Wednesday, September 3, 2014

Where Eagles Plummet

One of my first blog posts proposed a film festival of all those WWII films with lots of mountain climbing. I finally got around to the second (and last?) film in that series: Where Eagles Dare (1968). It stars Richard Burton and Clint Eastwood as leaders of a group of commandos infiltrating an impregnable Nazi castle.

It starts real slow, with the team parachuting into the Bavarian Alps, with just a hint that something else is going on behind the mission. For one thing, Burton seems to have brought along a spare sex kitten (Mary Ure) that no one else knows about. For another, team members start dying and Burton is awfully cagey about it.

The mission is to get into a castle and recover a captured general before he can reveal the secret plans. The castle is on a hill, surrounded by a wall, approachable only by cable car. So, quite a bit of commando work - riding the top of the cable car (as if you couldn't guess), climbing walls with ropes (holy Batman re-runs!), skulking along roofs, etc. I loved this kind of stuff when I was a kid, but since I saw it for the first time now as an adult, I enjoyed it while being annoyed at the unlikely parts.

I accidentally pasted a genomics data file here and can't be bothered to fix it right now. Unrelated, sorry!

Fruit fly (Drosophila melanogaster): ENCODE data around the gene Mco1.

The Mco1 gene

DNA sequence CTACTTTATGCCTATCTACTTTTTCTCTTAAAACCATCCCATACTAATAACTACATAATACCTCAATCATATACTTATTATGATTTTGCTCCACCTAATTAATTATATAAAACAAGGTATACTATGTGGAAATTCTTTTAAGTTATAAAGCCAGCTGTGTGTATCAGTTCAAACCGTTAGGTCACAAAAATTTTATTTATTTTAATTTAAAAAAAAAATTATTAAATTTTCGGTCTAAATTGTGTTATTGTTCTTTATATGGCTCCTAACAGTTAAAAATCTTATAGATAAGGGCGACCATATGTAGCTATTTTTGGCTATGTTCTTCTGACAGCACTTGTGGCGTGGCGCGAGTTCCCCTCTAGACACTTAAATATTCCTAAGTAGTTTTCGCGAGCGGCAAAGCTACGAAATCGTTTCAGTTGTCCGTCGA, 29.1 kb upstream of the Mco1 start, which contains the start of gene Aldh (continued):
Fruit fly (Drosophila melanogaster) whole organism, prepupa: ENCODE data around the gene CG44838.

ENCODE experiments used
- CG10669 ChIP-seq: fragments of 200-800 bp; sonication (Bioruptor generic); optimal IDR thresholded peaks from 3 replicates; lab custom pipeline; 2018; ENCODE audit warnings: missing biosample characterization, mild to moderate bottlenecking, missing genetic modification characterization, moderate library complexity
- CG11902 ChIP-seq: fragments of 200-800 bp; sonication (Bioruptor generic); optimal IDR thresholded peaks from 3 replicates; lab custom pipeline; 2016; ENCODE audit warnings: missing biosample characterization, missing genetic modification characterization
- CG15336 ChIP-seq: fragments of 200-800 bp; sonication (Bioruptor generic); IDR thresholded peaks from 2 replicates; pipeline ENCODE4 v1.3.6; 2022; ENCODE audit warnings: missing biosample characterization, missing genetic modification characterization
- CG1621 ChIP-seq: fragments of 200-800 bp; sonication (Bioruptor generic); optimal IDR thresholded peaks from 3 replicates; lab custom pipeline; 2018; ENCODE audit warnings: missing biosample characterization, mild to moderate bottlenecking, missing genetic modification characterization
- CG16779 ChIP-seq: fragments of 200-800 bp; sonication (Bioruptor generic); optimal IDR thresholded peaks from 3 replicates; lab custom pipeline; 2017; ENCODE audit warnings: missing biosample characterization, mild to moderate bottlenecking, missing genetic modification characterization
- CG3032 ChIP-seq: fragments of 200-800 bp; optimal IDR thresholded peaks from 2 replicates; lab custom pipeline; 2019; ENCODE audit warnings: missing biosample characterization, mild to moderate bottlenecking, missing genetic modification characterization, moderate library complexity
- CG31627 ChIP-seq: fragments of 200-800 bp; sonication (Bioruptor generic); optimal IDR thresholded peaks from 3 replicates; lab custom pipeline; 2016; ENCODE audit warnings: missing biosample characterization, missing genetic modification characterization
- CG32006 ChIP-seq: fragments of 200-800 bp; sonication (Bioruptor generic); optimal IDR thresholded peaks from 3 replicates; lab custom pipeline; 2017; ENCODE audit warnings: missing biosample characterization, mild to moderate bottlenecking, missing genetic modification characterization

Things start to pick up in two ways: the plot starts to twist and the body start piling up. There is a lot of combat from hand-to-hand to machine gun melee to dynamite bombs. Eastwood kills a remarkable number of Nazis, and none of the good guys get more than a scratch. Plus, double-, triple-, who-knows-how-many-crosses. Alistair MacLean can really write the hell out of this kind of thing - like Guns of Navarone.

So, starts off slow, picks up after a while, but it's still 2-1/2 hours long. Wish I'd seen it when I was a kid and could appreciate it.

In conclusion, lots of people falling to their death in this movie. Where eagles dare, indeed.


mr. schprock said...

"Wish I'd seen it when I was a kid and could appreciate it."

Well, I saw it as a kid, back when the movie industry began using a rating system. This one was rated "M," for mature audiences, because it was violent and showed lots of blood. I remember the traitor in the group was revealed as a Nazi because, while masqueraded as a low-ranking Nazi, and actual Nazi showing a higher rank saluted him, giving away the fact that he was a real Nazi who ranked higher than the higher-ranking Nazi - or else, why would a higher-ranking Nazi salute a lower-ranking Nazi? Maybe I'm not explaining that well. Let me try again. Oh, never mind, you saw the movie. Good to know it still holds up.

Beveridge D. Spenser said...

I always thought I had seen this movie, and now I wonder if it was because you told me about it.

I noticed the salute, but strangely didn't get the importance.